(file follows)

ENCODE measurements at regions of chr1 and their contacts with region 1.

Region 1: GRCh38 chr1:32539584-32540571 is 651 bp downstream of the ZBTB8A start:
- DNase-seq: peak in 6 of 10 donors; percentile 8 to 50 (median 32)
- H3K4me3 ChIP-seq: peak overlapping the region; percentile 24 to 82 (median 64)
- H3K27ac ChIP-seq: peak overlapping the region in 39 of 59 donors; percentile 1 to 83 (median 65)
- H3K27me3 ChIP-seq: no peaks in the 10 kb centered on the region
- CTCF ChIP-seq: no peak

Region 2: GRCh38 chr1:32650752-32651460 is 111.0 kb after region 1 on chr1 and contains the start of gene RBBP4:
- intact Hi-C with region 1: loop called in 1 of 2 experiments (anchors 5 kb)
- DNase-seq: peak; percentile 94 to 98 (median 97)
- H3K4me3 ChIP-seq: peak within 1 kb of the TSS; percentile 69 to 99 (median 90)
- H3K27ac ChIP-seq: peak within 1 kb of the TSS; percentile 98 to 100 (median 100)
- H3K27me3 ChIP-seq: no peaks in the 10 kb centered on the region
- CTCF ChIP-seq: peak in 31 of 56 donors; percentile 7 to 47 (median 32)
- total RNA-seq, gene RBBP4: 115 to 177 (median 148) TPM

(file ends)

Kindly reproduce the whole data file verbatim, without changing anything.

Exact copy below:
ENCODE measurements at regions of chr1 and their contacts with region 1.

Region 1: GRCh38 chr1:32539584-32540571 is 651 bp downstream of the ZBTB8A start:
- DNase-seq: peak in 6 of 10 donors; percentile 8 to 50 (median 32)
- H3K4me3 ChIP-seq: peak overlapping the region; percentile 24 to 82 (median 64)
- H3K27ac ChIP-seq: peak overlapping the region in 39 of 59 donors; percentile 1 to 83 (median 65)
- H3K27me3 ChIP-seq: no peaks in the 10 kb centered on the region
- CTCF ChIP-seq: no peak

Region 2: GRCh38 chr1:32650752-32651460 is 111.0 kb after region 1 on chr1 and contains the start of gene RBBP4:
- intact Hi-C with region 1: loop called in 1 of 2 experiments (anchors 5 kb)
- DNase-seq: peak; percentile 94 to 98 (median 97)
- H3K4me3 ChIP-seq: peak within 1 kb of the TSS; percentile 69 to 99 (median 90)
- H3K27ac ChIP-seq: peak within 1 kb of the TSS; percentile 98 to 100 (median 100)
- H3K27me3 ChIP-seq: no peaks in the 10 kb centered on the region
- CTCF ChIP-seq: peak in 31 of 56 donors; percentile 7 to 47 (median 32)
- total RNA-seq, gene RBBP4: 115 to 177 (median 148) TPM